Why the RCV is an ideal internal combustion engine

The RCV engine is based around a rotating valve that forms the combustion chamber and controls the gas exchange process. While the valve appears to be a simple component, it is the result of extensive development, being covered by both granted and pending patents.

The RCV Engine operates reliably on gasoline, and on all kerosene based heavy fuels inclding JP5 and JP8. It starts readily, handles well, and is extremely tolerant to changes in air fuel ratio, ignition timing, fuel composition, altitude, and ambient temperature. Heavy fuel operation in particular is a significant challenge for conventional engine technologies.

The root cause of these excellent running characteristics is the RCV Engine’s ideal combustion system.

The combustion system is the means by which the engine mixes air and fuel together, burns it within a combustion chamber, and uses the resultant rise in pressure to produce mechanical power.

An internal combustion engine can be thought of as a series of very short-lived bonfires. The “bonfire” is assembled by mixing air and fuel in the combustion chamber. The mixture is then ignited by the spark plug. The flame front then spreads throughout the chamber until the charge is completely consumed. The heat retained within the charge increases its pressure, which acts upon the piston to perform mechanical work.

For this process to be rapid, reliable and efficient two conditions are essential.

Firstly, the fuel and air must be thoroughly mixed: in the bonfire analogy the wood must be split into small pieces and uniformly stacked with air gaps in between.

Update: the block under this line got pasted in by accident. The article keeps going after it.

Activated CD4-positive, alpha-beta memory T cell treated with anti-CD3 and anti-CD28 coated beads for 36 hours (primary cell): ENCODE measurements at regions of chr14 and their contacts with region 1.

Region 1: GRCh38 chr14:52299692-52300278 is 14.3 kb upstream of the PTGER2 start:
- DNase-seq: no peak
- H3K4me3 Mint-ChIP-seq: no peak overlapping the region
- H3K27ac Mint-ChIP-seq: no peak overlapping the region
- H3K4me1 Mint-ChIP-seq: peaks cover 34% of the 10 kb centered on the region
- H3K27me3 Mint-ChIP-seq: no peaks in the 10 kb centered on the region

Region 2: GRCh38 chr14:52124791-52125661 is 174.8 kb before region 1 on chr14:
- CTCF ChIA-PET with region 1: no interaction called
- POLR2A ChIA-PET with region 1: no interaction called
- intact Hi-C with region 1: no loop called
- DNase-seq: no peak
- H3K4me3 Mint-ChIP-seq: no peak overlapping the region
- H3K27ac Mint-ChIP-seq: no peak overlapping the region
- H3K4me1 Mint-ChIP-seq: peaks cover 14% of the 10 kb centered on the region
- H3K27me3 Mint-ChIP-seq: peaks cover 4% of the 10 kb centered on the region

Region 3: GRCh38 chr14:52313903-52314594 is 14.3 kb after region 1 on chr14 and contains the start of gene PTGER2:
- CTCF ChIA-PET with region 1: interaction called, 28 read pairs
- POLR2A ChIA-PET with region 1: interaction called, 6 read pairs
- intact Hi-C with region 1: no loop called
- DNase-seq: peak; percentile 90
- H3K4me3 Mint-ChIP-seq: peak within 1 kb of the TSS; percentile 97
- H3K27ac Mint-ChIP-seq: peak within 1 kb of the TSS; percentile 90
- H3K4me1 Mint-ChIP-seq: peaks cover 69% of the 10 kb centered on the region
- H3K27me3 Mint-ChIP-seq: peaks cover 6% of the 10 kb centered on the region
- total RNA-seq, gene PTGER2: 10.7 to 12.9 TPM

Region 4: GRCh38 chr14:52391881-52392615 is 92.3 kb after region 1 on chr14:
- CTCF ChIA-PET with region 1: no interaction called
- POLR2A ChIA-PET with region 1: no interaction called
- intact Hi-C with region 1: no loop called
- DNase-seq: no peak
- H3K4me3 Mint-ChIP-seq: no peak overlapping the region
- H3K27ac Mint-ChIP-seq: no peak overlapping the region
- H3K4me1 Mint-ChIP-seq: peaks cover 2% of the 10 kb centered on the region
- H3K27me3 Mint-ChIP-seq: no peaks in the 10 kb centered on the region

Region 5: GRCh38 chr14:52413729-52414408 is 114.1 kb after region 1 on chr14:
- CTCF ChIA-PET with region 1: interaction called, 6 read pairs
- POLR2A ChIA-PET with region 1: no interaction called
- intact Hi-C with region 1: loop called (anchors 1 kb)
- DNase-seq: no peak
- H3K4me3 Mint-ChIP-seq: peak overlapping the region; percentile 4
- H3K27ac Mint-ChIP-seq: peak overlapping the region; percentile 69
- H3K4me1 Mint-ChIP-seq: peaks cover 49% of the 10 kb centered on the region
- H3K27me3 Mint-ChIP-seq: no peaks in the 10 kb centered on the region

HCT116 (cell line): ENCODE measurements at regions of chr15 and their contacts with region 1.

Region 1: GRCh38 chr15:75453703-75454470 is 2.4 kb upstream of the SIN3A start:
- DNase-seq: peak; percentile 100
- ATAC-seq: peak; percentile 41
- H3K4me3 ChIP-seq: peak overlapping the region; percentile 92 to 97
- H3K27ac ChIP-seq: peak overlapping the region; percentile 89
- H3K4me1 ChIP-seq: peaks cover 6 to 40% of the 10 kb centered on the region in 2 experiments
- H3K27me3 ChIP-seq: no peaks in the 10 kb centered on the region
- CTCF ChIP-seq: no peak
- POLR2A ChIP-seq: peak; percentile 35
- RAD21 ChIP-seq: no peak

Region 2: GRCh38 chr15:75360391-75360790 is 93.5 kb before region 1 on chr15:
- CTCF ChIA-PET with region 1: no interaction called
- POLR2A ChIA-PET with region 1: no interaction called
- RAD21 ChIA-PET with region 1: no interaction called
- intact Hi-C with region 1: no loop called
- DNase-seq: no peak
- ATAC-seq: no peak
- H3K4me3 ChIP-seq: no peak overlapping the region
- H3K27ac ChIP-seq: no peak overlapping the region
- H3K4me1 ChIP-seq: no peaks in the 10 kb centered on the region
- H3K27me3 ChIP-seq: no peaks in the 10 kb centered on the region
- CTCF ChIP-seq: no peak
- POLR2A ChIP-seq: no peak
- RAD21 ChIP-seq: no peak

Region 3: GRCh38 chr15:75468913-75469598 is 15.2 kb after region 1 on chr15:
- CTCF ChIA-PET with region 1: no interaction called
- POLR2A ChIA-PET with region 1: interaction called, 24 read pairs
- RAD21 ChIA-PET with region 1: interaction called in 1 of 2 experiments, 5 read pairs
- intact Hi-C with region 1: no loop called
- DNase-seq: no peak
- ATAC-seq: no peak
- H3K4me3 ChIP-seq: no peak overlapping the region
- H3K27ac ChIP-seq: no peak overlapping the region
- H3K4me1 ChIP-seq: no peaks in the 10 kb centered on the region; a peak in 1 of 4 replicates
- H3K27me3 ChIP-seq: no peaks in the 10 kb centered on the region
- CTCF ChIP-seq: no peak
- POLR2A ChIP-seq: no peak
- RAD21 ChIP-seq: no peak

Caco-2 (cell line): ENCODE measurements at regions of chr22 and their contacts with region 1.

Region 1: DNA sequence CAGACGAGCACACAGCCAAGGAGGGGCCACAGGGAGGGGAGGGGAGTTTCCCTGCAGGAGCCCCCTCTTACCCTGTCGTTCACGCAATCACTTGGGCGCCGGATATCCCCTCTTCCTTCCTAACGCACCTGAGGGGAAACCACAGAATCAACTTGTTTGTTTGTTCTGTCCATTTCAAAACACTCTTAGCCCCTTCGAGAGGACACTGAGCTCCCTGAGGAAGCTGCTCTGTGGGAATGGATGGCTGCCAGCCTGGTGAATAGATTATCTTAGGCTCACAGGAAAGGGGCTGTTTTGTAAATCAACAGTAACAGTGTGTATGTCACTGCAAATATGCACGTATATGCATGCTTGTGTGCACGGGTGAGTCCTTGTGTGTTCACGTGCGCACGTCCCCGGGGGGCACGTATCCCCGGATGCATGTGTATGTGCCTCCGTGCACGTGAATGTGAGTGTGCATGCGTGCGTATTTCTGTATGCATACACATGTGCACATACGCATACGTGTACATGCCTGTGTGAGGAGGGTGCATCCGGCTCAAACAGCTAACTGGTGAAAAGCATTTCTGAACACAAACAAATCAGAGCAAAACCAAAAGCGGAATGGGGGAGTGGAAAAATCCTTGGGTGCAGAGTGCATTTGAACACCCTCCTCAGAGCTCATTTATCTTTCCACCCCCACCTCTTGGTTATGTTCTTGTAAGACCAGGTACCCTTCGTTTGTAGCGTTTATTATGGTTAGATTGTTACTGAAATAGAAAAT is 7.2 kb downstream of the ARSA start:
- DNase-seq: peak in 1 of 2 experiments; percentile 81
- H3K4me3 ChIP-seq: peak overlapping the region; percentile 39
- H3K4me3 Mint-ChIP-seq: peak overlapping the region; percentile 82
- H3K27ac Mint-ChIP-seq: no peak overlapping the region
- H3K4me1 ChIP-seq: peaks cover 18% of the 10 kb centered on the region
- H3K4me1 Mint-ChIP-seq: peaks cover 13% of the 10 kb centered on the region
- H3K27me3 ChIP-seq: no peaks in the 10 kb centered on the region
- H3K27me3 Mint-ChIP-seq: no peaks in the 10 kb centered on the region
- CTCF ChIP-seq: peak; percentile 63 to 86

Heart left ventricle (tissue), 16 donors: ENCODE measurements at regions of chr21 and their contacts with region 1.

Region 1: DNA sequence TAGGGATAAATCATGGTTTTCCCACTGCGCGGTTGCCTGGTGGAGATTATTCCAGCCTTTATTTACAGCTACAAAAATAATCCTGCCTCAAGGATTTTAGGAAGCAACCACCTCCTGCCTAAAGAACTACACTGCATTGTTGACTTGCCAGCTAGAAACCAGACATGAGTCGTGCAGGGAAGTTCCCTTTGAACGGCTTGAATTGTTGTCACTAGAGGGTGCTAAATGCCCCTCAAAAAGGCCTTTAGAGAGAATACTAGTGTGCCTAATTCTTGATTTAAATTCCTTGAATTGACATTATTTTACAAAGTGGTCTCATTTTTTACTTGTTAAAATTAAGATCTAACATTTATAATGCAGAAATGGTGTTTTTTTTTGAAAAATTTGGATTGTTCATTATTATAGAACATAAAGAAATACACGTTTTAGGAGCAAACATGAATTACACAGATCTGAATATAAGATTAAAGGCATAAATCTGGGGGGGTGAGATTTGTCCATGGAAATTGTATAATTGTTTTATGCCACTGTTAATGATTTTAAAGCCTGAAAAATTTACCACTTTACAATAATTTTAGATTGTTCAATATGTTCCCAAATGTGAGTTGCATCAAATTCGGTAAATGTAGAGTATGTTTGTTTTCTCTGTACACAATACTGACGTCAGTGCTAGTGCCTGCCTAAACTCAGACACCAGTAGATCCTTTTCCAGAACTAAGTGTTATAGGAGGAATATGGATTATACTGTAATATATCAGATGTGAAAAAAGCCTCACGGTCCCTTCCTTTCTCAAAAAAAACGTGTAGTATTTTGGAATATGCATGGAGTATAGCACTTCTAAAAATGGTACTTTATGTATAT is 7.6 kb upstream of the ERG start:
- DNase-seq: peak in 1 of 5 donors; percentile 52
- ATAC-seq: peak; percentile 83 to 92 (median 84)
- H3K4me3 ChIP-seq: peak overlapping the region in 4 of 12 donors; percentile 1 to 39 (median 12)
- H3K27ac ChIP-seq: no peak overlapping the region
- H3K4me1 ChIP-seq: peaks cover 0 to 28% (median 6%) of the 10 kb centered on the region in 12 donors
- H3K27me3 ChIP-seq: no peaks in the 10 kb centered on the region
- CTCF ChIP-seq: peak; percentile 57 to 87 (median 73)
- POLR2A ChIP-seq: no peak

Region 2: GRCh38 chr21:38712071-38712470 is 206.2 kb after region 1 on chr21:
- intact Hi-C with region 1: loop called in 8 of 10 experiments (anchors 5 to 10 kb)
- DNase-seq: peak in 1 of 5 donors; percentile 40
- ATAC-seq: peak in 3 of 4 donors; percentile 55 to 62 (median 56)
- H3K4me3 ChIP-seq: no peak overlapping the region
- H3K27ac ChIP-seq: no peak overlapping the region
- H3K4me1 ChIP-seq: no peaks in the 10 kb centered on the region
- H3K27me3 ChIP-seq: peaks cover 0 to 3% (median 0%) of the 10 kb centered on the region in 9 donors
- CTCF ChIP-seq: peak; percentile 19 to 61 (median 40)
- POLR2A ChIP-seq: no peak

Secondly the combustion chamber must be a compact shape: in the bonfire analogy the wood must be stacked in a compact shape rather than spread over a large area.

The RCV rotating valve fulfils both ideal characteristics.

The rotation of the valve generates a high level of turbulence which mixes the fuel and air thoroughly. The combustion chamber within the rotating valve body is very compact. This ensures the burn spreads reliably and rapidly from the ignition point through the entire charge, and that as much heat as possible is retained within the charge to produce mechanical work. As a result the RCV is easy starting, powerful, and reliable on both gasoline and HF.

RCV Technology Key Characteristics

  • Four-stroke cycle for low emissions and fuel consumptions
  • Excellent starting over a wide temperature range -20°C to +40°C
  • Ideal compact combustion system with no hot-spots
    • Turn-key heavy fuel operation
    • Stable response to changes in AFR or ignition timing
    • Insensitive to changes in fuel quality or altitude
    • Resistant to detonation and carbon build up
  • Large valve breathing area gives high power with a wide power band
  • High reliability, low maintenance with long MTBO:
    • No injectors in the combustion chamber to carbon up
    • No valve clearances to adjust
    • Shielded spark plug for minimum plug fouling and long life
  • Designed as a UAV engine not modified from a hobby engine
  • Electronic fuel injection system with altitude compensation
  • Dedicated mounting system for 100 W to 3 kW alternators
  • Available in air cooled and liquid cooled versions

The RCV engine incorporates a conventional crank and piston.

The rotating valve is situated above the piston and is driven from the crank at half engine speed. The inlet port, spark plug port and exhaust port are arranged radially around the valve.

As the engine rotates through 720 degrees the combustion chamber in the valve communicates successively with the inlet port, the spark plug, and the exhaust port. The RCV engine is thus operating on a conventional 4 stroke cycle.

A visualisation of the combustion event in an RCV engine is shown below

A visualisation of the RCV engine operating cycle is shown below.

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